What does the school budget have in common with an aggressive dog? Two words: “resource guarding.”
In the dog world, resource guarding is a problematic behavior in which a dog uses aggression to guard possessions. Dogs have long lists of desirable, protection-worthy stuff including—but not limited to–food, toys, comfy beds and favorite people. Some dogs feel so strongly about their possessions that they growl and bare their teeth. Some even bite.
It’s my job to help people to understand this behavior and what, if anything can be done to stop it.
Which brings me to the school budgets currently being shaped throughout the country and voted on in many communities. For a moment, step into my dog-centric world and imagine that the public is a dog pack. In no way do I mean this in a derogatory way—I love dogs, individually and in groups. I mean “dog pack” in the nicest possible metaphorical way.
So back to the dog pack. When times are good and resources are plentiful, few individuals complain or act snappy or covetous. Conversely, lean times bring out the aforementioned resource guarding behavior. In dogs, it’s the meatiest bone or the cushiest bed. In people, it’s their savings or their children’s educational experience. While there has been no growling or biting up to this point, I have seen much defensive and reactive behavior. Otherwise civilized people cross-conventional social boundaries, going toe-to-toe with friends and strangers alike.
Many people blame the school board for creating this predicament but it’s important to remember that the residents who make up the school board and volunteer their time to are voted into their posts in a general election. They serve and act on behalf of the community. To hold them accountable for the cuts and sacrifices that need to be made during these recessionary times is as unproductive and ill-advised as the dog who bites his owner for fear the owner will steal his food.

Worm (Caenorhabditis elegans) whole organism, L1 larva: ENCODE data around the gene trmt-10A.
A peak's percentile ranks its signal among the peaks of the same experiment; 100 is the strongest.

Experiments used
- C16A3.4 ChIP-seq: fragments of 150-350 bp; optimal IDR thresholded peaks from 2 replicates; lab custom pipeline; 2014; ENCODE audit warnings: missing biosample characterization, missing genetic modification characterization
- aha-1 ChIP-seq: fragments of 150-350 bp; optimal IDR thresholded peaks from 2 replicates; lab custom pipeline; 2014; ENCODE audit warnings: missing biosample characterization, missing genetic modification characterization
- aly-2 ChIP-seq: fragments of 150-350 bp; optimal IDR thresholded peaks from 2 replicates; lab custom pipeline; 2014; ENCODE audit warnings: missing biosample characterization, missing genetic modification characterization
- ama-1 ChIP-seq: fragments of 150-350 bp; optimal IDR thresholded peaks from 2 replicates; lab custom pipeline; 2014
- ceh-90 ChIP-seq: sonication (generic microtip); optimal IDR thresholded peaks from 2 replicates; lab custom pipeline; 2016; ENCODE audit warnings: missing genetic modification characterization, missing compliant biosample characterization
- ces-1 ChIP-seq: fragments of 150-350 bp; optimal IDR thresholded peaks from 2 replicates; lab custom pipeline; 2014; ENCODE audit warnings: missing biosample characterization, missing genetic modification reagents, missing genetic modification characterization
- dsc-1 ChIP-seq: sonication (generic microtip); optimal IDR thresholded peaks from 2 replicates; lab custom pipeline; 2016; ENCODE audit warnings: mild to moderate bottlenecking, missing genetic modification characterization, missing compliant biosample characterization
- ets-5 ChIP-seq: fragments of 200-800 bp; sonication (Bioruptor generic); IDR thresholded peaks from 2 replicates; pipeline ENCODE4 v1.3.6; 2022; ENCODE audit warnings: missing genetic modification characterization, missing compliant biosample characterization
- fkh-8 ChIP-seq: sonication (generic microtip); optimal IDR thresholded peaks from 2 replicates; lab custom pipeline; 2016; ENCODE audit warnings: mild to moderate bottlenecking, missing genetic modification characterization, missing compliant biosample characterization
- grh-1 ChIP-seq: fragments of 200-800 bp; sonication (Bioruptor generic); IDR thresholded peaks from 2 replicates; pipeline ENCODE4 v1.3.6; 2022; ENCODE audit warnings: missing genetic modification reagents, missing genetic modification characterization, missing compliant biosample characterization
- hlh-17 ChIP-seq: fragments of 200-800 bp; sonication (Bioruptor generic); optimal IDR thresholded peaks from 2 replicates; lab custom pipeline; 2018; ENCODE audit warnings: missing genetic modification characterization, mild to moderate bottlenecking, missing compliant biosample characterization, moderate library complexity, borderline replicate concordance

Just as a dog owner cannot give in to their dog’s every whim (Of course I’ll serve you filet mignon every day and let you sleep on my new duvet!), the board’s final decisions cannot meet the desires of every citizen. But the board does try to balance the needs of its constituents with the financial resources available to them.
When dogs’ resource guard, I try to get to the root of the reaction: Was this dog starved or mistreated at some point in his life? Does he live in a home that inadvertently supports domination, his caregivers afraid or unwilling to interfere?
In either case, I begin to realign the dog’s past perceptions with his current reality. Using a variety of training and behavior modification tools, I reassure the dog that he is not at risk for abuse or starvation, nor is he the dominant leader of the pack. In most cases, my clients find that a structured and compassionate training program that includes clickers, treats and correction collars is enough to curb these aggressive tendencies.
Parallels to the current school board debates? In a similar effort I am trying to realign my past perceptions with the current reality (i.e. school board evil…bite the board). Simply put, I’ve become aware that if a community does not work with the school board, dialoging and settling on workable changes to the status quo, then the budget proposal may be voted down. If the board’s budget is voted down the budget—metaphorically speaking—gets sent to the pound. Forced to operate under strict guidelines of a State Contingency Budget, the board is required to follow a prefabricated budget that outlines how moneys are spent and limits the creative arts. That said, it the yearly budgets aren’t passed and the school system fails its children, all of us—those with kids and those without—we all suffer. Property values decline when school systems are striped and people end up like a dog who, after biting his owner, is cast out with nothing but an empty dish.